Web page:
Rentpath. Web.com. PSINet. Wavo Corporation. Netcom On-Line. iStar Internet. Not exactly household names, are they? But these organisations were some of the biggest listed internet companies in the world, just two decades ago. According to research by venture capitalist Mary Meeker, they were all in the top 15 at that time, but have now been replaced by the likes of Google, Facebook, Amazon, eBay, Alibaba, et cetera.
It goes without saying that we live in a time of great change. But despite widespread acknowledgement of this fact, there is sometimes a lingering assumption that the Goliaths of today will be unthreatened by the Davids of tomorrow; that the big winners of recent years will have the might to cope with technological and social changes that come our way. It is a dangerous way to think, especially if you’re an investor.
A new report published today (detailed on page 1) predicts widespread disruption in the tech economy over the next 10 years. Firms that fail to adapt, risk falling behind.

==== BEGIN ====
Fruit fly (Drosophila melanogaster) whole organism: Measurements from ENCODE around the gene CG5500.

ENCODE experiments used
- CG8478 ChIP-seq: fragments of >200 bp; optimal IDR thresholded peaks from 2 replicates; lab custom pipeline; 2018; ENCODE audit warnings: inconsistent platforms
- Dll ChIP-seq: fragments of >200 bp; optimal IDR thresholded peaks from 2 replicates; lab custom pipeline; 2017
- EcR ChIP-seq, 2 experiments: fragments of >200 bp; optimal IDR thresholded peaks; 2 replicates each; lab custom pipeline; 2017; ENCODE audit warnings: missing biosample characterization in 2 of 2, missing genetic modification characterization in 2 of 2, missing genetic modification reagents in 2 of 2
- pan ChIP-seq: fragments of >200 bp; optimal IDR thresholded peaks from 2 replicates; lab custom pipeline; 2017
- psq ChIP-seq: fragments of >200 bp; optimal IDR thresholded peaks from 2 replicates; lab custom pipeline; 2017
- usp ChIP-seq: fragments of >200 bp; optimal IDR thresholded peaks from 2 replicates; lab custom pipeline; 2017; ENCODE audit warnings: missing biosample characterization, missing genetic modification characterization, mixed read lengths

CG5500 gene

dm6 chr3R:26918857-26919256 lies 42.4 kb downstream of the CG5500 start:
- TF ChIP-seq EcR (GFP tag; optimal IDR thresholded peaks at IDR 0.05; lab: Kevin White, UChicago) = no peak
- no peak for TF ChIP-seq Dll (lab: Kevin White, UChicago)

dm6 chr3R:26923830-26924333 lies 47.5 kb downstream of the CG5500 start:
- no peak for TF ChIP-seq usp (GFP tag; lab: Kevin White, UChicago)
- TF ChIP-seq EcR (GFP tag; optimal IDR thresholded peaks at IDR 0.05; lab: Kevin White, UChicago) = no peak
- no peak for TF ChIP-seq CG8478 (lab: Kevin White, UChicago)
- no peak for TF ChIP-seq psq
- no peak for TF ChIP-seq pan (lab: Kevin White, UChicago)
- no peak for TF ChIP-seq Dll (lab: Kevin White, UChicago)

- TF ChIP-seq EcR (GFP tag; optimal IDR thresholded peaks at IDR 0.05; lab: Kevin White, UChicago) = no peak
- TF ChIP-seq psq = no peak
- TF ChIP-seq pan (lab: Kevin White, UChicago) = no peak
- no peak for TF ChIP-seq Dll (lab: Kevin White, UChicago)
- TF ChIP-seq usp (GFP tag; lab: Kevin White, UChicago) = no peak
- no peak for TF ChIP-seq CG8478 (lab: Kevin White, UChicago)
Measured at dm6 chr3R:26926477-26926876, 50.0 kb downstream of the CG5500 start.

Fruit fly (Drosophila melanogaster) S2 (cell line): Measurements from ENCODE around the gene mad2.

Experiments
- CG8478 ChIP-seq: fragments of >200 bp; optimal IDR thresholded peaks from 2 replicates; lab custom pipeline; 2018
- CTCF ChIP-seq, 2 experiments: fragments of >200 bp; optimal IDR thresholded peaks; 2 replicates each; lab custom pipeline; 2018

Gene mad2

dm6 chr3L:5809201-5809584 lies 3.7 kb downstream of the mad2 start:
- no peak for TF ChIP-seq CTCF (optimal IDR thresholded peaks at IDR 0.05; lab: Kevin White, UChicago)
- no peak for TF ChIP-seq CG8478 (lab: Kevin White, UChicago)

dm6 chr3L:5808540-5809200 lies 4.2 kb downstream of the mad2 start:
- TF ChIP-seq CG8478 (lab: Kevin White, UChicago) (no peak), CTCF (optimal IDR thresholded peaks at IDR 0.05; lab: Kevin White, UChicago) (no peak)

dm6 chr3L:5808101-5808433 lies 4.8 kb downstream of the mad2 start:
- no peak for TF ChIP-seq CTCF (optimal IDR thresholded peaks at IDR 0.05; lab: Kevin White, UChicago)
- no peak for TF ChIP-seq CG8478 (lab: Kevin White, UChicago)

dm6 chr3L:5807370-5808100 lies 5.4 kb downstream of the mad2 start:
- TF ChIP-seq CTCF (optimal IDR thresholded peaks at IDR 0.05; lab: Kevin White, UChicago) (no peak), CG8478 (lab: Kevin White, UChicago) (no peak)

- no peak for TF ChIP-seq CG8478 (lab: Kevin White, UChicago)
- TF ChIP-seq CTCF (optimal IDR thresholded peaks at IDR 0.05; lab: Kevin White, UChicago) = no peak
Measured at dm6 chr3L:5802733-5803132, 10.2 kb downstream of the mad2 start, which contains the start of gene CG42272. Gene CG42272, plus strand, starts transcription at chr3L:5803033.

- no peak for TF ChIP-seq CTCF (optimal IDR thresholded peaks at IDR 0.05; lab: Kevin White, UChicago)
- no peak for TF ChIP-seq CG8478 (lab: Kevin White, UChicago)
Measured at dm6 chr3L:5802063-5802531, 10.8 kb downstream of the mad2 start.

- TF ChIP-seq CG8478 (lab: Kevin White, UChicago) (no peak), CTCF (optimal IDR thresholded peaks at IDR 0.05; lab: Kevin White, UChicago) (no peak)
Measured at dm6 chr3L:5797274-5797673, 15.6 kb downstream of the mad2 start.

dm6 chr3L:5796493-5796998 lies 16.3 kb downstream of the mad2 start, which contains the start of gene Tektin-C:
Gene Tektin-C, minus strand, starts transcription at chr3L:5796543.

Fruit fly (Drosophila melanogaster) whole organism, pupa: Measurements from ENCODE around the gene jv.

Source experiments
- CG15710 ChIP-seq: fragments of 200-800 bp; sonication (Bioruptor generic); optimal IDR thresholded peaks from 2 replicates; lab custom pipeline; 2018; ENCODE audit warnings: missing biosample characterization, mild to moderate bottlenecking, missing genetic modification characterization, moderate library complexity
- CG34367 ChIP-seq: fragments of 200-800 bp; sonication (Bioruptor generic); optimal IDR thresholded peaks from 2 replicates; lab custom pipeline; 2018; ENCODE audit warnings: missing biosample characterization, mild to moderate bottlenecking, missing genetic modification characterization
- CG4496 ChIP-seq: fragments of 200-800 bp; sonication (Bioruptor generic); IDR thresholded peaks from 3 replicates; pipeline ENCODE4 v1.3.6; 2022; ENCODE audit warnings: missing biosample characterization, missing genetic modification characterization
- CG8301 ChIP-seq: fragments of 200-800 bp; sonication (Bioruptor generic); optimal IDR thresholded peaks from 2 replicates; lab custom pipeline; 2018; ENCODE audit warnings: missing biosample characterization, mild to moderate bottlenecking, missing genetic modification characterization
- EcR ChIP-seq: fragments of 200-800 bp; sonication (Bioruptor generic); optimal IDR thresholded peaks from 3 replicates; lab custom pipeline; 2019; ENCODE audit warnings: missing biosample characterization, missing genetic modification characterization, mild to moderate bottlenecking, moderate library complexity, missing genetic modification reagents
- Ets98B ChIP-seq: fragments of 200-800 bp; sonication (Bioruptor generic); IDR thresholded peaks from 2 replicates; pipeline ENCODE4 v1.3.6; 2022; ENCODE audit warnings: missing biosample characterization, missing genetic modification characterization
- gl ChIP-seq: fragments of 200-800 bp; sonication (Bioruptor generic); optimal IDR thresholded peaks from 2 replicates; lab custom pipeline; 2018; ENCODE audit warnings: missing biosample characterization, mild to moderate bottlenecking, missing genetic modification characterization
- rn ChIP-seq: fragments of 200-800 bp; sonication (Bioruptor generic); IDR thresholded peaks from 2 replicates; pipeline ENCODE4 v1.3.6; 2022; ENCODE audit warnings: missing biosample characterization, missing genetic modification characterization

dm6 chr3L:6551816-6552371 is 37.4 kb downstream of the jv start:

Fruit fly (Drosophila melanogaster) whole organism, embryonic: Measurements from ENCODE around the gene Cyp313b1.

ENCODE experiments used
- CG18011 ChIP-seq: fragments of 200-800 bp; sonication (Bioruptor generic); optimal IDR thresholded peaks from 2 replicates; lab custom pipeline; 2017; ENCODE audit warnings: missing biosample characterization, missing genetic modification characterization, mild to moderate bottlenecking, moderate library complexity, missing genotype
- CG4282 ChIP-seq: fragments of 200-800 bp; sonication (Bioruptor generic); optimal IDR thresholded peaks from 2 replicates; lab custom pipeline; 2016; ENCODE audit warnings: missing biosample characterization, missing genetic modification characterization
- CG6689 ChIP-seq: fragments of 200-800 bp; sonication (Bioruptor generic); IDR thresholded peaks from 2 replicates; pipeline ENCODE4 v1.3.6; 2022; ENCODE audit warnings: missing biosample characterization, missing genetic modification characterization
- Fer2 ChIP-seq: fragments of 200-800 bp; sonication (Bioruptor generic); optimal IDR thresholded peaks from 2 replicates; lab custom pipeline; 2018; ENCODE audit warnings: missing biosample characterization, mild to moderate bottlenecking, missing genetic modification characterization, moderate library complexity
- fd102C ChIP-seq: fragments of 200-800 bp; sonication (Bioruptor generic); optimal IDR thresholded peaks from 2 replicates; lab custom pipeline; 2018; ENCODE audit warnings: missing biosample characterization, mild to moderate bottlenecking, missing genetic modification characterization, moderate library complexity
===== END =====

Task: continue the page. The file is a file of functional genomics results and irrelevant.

Another report, by small business lender Fleximize, estimates that over £5bn will have been loaned out through the alternative finance sector by the end of 2015 – an astonishing rate of growth, given that the figure stood at just £267m in 2012. Little surprise that many large, established lenders expect the biggest threat to their positions to come not from existing financial rivals, but through the tech sector itself. Technology will lift competition while regulators twiddle their thumbs.
There is nothing especially new in this story; change tends to happen at a rate that few expect. Not that long ago there were near-Malthusian fears over “Tescopoly” – the idea that Tesco would absorb an ever-growing chunk of the British economy. Imagine the reaction if one had argued, back then, that the supermarket giant would soon have its market share cut into by a couple of privately-owned German retailers.
It’s impossible to know what the future will bring, but it seems that, in the business world, we are on track for more disruption, more innovation, more uncertainty, and more Davids toppling Goliaths – and that’s a good thing.